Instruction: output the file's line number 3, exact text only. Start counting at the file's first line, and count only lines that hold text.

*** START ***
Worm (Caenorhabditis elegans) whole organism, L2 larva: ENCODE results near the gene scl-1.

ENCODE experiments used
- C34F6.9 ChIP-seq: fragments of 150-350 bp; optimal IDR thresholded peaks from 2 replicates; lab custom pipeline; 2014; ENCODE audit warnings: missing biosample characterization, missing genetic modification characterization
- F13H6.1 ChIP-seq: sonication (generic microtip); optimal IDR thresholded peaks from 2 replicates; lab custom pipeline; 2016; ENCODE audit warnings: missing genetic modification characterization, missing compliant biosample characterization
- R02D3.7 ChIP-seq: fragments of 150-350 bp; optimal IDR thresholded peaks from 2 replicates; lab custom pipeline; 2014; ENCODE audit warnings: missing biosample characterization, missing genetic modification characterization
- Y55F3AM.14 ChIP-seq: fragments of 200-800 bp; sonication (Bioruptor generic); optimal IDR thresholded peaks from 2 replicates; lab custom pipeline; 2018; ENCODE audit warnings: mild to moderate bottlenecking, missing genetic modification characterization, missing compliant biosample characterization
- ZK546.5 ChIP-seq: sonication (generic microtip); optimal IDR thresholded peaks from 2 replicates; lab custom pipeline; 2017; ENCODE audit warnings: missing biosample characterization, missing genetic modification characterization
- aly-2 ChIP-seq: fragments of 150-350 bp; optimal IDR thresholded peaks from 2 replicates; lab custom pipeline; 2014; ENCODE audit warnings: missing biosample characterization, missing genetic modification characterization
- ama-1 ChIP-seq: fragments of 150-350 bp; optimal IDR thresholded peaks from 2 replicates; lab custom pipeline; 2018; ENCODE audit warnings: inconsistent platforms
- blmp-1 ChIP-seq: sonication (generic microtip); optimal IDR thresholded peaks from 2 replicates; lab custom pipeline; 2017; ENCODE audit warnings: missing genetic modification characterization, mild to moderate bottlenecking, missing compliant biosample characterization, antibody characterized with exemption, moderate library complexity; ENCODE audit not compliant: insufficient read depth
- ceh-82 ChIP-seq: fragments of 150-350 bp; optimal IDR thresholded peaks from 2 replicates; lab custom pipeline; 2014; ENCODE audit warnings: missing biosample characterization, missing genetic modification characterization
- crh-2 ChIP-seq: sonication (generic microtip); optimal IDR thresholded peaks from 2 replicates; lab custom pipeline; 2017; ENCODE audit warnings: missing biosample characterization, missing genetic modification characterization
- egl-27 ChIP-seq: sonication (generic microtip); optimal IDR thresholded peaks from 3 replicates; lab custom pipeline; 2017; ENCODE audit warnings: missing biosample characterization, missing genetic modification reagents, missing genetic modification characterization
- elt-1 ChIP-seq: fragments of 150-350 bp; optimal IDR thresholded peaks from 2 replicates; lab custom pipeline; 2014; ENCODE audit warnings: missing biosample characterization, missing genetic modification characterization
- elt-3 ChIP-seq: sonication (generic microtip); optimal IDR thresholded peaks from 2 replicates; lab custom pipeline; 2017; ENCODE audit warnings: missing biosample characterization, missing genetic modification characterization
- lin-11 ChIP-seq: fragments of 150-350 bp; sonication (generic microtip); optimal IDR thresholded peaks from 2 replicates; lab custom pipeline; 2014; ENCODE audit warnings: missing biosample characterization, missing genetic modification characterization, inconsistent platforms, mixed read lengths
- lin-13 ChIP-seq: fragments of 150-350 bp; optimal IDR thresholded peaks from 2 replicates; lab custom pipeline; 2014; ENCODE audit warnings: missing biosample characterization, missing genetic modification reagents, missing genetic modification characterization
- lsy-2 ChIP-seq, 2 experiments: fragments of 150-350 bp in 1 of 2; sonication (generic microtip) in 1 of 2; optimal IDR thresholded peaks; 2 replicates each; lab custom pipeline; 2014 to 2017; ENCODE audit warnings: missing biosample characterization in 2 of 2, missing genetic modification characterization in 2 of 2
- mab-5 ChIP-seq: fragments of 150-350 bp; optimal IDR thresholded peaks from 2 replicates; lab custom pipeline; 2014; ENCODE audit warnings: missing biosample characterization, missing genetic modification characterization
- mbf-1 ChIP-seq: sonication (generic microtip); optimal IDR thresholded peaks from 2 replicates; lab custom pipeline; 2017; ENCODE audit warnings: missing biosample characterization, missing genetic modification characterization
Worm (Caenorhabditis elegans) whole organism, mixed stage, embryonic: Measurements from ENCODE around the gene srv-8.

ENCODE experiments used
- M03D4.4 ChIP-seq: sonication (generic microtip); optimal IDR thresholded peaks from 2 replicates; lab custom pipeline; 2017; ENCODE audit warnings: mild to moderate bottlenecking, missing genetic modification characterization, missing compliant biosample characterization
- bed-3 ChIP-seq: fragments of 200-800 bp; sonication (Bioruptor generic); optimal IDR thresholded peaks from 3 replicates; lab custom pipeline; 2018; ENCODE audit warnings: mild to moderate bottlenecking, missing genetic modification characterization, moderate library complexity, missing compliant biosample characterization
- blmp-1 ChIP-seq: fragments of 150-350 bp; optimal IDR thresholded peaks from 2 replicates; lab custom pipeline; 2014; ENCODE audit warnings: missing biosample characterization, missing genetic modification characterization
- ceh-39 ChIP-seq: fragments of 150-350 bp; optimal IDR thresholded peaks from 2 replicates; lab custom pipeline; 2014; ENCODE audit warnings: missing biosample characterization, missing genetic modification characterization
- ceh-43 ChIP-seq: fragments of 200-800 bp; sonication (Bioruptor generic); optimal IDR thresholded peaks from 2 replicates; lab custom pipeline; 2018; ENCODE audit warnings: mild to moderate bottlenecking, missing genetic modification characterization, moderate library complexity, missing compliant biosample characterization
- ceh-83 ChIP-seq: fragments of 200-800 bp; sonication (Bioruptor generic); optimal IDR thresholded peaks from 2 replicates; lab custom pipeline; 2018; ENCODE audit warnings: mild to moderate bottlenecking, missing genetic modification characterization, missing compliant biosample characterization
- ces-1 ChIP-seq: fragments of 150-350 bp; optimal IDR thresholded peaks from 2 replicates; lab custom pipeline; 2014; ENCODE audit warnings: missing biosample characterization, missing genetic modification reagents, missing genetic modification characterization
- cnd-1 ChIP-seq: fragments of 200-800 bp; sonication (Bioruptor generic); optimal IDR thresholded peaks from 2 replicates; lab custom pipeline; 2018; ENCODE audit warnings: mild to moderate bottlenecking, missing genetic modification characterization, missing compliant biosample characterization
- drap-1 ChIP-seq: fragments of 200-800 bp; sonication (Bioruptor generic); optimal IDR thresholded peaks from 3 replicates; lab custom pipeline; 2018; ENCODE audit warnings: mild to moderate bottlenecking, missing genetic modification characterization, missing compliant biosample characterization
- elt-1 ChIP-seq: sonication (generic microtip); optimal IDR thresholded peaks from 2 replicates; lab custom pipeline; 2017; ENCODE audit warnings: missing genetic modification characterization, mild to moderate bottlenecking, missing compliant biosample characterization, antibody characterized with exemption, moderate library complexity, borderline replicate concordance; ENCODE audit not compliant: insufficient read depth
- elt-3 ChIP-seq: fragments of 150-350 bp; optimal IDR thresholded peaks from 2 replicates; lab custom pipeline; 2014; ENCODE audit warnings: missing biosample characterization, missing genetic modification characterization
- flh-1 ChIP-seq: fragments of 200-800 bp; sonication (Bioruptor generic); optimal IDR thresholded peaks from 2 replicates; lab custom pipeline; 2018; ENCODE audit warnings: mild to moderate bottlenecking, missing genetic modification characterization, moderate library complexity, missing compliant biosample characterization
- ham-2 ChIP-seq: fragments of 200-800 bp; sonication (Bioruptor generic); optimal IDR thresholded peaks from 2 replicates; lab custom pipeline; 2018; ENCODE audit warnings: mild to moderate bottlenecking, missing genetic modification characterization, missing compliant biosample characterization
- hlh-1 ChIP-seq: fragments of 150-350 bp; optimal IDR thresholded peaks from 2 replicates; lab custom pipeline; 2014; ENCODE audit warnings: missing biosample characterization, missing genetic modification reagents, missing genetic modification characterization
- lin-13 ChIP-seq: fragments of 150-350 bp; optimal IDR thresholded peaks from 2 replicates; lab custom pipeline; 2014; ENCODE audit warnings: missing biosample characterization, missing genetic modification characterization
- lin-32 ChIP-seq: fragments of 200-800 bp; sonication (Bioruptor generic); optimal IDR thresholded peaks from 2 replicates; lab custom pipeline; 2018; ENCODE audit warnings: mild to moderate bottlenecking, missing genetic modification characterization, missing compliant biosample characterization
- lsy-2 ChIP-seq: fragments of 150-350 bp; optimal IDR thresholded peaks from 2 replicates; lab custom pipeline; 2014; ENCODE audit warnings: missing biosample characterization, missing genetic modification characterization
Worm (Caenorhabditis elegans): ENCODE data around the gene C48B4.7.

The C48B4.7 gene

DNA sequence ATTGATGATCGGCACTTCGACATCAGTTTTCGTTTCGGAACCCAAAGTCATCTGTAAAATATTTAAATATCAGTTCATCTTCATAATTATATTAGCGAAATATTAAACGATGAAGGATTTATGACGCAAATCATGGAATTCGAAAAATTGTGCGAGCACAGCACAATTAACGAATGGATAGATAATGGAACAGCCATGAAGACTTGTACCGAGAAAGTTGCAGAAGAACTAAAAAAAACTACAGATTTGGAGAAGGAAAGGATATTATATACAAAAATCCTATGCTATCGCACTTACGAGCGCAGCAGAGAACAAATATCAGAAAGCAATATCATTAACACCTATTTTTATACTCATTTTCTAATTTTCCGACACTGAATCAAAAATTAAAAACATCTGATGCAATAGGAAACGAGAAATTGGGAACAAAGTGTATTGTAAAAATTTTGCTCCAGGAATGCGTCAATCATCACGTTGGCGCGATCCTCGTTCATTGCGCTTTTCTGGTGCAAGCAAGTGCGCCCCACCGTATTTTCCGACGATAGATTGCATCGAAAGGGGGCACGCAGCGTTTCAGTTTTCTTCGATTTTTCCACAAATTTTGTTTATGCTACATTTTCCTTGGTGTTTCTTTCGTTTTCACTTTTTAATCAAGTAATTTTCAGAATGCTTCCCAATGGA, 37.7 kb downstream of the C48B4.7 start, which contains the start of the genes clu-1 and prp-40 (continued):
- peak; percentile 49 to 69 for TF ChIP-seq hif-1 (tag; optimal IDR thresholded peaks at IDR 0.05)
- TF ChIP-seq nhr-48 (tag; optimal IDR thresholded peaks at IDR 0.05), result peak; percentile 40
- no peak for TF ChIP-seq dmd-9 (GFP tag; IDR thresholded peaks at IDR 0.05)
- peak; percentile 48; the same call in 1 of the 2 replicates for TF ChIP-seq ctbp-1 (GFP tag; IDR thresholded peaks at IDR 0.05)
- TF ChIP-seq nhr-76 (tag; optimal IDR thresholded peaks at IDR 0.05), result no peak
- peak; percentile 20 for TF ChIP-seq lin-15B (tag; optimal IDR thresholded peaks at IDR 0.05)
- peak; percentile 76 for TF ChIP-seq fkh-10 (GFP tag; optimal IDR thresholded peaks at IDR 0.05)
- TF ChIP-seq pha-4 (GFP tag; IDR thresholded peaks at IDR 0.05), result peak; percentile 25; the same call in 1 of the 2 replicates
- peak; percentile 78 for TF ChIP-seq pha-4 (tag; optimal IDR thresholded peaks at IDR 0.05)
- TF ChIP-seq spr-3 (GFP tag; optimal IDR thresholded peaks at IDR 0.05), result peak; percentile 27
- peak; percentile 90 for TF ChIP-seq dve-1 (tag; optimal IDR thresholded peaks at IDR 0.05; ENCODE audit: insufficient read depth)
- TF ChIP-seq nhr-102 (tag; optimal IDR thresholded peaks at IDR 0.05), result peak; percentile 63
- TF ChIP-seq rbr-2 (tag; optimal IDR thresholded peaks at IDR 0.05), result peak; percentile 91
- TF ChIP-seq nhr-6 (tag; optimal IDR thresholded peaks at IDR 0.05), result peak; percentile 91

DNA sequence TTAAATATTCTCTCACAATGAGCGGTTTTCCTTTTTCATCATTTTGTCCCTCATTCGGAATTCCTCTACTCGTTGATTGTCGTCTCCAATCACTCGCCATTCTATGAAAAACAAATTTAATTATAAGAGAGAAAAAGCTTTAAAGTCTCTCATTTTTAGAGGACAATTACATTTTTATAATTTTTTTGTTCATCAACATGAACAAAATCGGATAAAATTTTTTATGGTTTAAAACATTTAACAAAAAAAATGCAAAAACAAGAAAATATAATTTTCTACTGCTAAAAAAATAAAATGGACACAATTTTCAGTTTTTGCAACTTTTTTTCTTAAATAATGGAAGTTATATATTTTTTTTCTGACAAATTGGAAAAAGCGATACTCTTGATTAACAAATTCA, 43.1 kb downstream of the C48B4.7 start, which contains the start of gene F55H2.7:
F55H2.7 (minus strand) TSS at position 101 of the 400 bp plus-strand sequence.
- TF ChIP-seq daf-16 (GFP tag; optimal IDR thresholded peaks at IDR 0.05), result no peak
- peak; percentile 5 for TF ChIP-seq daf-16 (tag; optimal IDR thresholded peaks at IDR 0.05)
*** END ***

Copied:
- C34F6.9 ChIP-seq: fragments of 150-350 bp; optimal IDR thresholded peaks from 2 replicates; lab custom pipeline; 2014; ENCODE audit warnings: missing biosample characterization, missing genetic modification characterization